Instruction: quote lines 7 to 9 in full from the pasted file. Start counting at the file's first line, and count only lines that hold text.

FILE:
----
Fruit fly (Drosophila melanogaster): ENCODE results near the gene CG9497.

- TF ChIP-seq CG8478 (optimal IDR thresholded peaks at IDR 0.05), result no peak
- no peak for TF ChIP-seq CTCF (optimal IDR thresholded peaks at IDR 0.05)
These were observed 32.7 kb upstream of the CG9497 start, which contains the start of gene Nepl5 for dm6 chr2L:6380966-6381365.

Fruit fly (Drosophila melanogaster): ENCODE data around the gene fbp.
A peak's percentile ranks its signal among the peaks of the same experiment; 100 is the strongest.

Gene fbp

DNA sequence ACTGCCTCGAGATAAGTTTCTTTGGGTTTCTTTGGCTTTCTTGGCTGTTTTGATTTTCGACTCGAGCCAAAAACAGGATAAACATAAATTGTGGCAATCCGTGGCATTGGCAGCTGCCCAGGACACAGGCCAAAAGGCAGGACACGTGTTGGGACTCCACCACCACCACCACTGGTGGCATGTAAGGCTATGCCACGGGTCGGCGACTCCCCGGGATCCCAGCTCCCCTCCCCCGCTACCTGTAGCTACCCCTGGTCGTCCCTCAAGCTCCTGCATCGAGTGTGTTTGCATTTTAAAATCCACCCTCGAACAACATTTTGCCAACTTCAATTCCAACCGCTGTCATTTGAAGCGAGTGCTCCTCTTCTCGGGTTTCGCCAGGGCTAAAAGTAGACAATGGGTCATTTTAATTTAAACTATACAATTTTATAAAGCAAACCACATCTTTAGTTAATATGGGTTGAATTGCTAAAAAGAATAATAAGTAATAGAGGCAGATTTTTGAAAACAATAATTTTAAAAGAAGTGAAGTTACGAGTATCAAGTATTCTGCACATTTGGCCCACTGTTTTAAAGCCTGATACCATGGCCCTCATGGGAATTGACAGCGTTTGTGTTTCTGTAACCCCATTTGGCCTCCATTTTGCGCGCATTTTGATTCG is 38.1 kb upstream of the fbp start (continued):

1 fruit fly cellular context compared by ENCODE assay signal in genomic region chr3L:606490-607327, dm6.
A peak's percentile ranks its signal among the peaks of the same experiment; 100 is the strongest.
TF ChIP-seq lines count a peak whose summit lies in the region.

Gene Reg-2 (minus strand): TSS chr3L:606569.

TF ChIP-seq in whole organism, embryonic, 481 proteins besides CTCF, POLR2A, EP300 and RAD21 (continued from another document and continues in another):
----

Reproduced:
Gene fbp

DNA sequence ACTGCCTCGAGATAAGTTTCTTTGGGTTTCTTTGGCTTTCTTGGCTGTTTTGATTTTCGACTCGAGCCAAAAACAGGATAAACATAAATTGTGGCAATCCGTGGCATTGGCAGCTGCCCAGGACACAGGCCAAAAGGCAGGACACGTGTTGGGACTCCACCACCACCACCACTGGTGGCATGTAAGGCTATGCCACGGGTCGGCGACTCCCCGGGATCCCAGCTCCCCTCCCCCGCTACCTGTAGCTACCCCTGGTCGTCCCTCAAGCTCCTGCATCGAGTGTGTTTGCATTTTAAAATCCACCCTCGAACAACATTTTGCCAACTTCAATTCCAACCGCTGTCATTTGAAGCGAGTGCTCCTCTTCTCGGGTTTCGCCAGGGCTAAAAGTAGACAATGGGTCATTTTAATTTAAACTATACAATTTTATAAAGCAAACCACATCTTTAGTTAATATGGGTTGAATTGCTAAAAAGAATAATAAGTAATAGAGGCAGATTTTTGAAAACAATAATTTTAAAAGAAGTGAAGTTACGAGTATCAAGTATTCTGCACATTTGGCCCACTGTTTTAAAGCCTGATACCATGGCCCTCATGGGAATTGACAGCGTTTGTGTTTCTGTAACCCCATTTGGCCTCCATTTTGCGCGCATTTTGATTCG is 38.1 kb upstream of the fbp start (continued):

1 fruit fly cellular context compared by ENCODE assay signal in genomic region chr3L:606490-607327, dm6.